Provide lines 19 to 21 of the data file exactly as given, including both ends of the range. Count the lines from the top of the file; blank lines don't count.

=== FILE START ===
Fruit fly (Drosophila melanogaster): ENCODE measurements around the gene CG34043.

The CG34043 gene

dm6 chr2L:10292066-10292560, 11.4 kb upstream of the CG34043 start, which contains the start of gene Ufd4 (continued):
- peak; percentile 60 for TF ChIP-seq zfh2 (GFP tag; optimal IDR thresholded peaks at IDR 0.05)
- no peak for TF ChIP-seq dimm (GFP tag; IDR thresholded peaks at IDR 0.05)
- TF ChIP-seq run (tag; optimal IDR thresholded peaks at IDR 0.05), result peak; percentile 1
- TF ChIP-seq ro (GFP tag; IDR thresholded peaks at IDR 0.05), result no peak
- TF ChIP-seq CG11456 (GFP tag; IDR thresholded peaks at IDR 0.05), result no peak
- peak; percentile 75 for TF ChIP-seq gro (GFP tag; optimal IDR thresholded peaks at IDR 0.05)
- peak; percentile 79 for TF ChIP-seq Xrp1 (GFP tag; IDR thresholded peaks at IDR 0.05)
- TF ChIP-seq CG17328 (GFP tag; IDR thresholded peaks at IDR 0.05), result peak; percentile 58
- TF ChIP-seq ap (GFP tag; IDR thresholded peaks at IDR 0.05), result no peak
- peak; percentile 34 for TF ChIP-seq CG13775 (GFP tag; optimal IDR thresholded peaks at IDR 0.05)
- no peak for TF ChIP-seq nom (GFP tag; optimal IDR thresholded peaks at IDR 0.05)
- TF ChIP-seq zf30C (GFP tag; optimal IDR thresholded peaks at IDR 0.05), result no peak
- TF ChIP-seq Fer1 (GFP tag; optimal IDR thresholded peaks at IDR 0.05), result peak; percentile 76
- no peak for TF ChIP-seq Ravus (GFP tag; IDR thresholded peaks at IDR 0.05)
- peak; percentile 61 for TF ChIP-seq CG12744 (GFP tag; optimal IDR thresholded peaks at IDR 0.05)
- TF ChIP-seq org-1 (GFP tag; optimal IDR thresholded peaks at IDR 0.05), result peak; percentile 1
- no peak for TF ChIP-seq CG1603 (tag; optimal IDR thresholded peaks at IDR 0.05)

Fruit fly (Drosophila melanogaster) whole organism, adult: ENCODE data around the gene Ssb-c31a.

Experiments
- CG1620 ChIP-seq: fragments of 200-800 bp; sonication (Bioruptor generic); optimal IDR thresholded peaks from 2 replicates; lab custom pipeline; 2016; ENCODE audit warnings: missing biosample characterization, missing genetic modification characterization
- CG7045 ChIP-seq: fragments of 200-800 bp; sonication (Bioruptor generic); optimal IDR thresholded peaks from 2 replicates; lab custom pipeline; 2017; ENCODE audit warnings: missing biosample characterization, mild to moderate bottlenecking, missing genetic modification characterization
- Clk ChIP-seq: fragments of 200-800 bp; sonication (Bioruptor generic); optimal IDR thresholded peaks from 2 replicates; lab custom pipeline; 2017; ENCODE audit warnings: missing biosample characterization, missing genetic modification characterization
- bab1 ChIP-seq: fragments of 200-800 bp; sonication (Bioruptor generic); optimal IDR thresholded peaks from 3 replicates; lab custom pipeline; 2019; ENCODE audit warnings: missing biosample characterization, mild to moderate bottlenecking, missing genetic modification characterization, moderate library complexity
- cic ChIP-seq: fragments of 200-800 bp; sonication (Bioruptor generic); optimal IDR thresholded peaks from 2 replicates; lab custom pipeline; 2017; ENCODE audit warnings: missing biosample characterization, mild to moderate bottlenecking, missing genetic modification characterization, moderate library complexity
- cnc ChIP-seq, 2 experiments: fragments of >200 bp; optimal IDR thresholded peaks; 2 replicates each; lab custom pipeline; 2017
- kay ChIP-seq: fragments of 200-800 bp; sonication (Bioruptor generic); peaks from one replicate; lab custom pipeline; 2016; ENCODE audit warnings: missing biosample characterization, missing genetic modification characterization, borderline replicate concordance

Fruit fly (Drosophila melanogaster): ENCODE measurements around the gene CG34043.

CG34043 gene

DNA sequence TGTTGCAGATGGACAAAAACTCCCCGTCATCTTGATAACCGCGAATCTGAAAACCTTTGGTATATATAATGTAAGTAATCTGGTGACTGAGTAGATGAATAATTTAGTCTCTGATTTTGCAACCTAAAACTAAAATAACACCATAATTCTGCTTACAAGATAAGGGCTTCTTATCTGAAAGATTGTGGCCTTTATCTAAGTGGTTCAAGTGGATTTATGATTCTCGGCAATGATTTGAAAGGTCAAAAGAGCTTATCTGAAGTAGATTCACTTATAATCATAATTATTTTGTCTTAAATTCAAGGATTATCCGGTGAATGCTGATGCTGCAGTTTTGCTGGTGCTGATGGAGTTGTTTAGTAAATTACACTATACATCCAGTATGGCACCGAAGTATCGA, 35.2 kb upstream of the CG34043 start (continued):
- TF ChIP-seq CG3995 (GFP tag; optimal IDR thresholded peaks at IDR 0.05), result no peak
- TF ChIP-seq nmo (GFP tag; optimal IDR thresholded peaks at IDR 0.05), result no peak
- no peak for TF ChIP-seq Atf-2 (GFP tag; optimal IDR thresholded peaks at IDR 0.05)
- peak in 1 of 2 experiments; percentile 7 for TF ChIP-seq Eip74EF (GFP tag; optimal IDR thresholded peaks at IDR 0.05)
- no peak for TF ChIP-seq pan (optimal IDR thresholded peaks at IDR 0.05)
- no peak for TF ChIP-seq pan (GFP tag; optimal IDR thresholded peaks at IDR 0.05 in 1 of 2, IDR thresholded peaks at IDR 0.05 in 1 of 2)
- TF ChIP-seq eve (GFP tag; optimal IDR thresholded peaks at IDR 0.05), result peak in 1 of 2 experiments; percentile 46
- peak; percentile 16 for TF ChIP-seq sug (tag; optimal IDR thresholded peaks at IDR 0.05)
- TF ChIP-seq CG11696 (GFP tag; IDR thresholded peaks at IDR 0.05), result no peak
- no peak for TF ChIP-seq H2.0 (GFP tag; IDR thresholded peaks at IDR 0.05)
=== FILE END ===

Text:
- TF ChIP-seq org-1 (GFP tag; optimal IDR thresholded peaks at IDR 0.05), result peak; percentile 1
- no peak for TF ChIP-seq CG1603 (tag; optimal IDR thresholded peaks at IDR 0.05)

Fruit fly (Drosophila melanogaster) whole organism, adult: ENCODE data around the gene Ssb-c31a.